Willem Weismann's first solo show in Portugal presents a new series of paintings and includes an ambitious large-scale 6.4 meters long painting, the largest one the artist has completed to date.
Chaîne Opératoire is a concept used in archaeology and anthropology coined by the French archaeologist and ethnologist André Leroi-Gourhan. Its basic definition refers to the range of processes by which naturally occurring raw materials are selected, shaped and transformed into usable cultural products. An example of the application of this thinking would be to look at the creation of a simple hand-axe as a method to address the complex social, ecological and cognitive dimensions to these activities.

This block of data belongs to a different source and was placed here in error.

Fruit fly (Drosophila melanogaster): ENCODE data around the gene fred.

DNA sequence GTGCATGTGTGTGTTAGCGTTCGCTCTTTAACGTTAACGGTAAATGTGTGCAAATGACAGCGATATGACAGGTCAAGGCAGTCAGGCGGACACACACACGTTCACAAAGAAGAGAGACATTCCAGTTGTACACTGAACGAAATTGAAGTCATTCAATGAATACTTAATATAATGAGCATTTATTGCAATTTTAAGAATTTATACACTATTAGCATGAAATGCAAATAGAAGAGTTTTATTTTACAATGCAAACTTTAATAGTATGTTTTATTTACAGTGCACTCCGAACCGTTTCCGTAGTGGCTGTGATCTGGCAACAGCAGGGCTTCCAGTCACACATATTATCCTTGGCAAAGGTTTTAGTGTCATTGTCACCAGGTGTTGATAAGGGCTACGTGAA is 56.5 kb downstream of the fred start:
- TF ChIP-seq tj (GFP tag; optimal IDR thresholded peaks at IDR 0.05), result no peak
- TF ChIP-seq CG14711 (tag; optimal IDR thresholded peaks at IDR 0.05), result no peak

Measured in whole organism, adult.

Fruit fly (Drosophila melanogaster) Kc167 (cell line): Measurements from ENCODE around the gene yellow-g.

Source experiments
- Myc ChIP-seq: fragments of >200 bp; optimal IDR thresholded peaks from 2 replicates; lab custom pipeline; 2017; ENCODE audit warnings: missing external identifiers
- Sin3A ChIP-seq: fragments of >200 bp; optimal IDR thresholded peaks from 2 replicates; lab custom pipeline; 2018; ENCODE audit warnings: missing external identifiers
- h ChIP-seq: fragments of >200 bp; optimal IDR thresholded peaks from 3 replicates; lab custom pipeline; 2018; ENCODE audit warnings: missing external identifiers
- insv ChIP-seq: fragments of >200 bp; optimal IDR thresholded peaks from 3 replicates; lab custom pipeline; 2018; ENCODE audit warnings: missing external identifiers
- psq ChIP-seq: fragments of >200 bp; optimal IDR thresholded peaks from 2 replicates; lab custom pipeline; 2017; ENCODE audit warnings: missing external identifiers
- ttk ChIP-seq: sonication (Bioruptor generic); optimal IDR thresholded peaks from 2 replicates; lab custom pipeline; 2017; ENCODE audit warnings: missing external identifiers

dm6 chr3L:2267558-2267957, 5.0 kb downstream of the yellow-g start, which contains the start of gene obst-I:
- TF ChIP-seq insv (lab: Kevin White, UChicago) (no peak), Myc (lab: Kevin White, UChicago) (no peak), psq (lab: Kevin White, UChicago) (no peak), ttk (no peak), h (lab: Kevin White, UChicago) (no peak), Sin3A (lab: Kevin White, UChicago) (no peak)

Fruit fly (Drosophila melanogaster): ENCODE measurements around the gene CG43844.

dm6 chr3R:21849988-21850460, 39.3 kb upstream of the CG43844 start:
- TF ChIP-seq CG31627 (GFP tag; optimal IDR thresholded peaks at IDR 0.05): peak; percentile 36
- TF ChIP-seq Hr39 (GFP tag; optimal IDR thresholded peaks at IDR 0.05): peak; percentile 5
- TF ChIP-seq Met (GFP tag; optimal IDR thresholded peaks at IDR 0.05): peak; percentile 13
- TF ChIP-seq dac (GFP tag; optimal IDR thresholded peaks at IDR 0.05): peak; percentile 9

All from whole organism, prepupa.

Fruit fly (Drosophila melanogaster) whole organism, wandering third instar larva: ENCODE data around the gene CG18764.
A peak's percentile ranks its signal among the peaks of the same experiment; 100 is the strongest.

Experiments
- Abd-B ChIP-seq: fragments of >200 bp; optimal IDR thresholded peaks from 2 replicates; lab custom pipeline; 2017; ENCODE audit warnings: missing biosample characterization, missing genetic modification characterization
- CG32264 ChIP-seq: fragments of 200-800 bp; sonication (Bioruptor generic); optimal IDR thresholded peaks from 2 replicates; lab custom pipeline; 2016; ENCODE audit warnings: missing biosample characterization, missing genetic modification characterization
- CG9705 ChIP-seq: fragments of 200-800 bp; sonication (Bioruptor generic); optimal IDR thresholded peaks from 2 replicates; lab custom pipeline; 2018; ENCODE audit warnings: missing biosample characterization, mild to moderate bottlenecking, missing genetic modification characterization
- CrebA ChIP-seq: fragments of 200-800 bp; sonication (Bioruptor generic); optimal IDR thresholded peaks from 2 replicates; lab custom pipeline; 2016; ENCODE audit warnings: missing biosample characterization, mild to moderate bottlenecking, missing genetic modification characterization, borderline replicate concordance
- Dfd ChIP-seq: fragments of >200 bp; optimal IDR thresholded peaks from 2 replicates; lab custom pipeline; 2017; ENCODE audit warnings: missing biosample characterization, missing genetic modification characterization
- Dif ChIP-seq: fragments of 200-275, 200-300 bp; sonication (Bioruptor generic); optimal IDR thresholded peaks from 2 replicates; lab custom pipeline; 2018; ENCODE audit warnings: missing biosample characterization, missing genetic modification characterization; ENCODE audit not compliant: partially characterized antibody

These colourful works feature rubble, trash and just “stuff” both from times long in the past and the past five minutes being brought to the surface, as if someone has been cleaning out a planet-sized closet. What may go unnoticed at first glance is that the work can be further deconstructed, as the literal painting process has left its own history on the canvas. Weismann uses the canvas surface for the totality of all paint and brush related actions, as this is where his brushes have been wiped clean and the canvas used as a palette. The inclusion of every brush-related action on the canvas forms a complete historic residue and the reverberating noise of leftovers that have fallen by the wayside. The paintings function as mineral deposits, workspace, and trash heap. The combination of which constitutes another chapter in the research of Weismann's examinations in use value, obsolescence, inclusiveness and waste.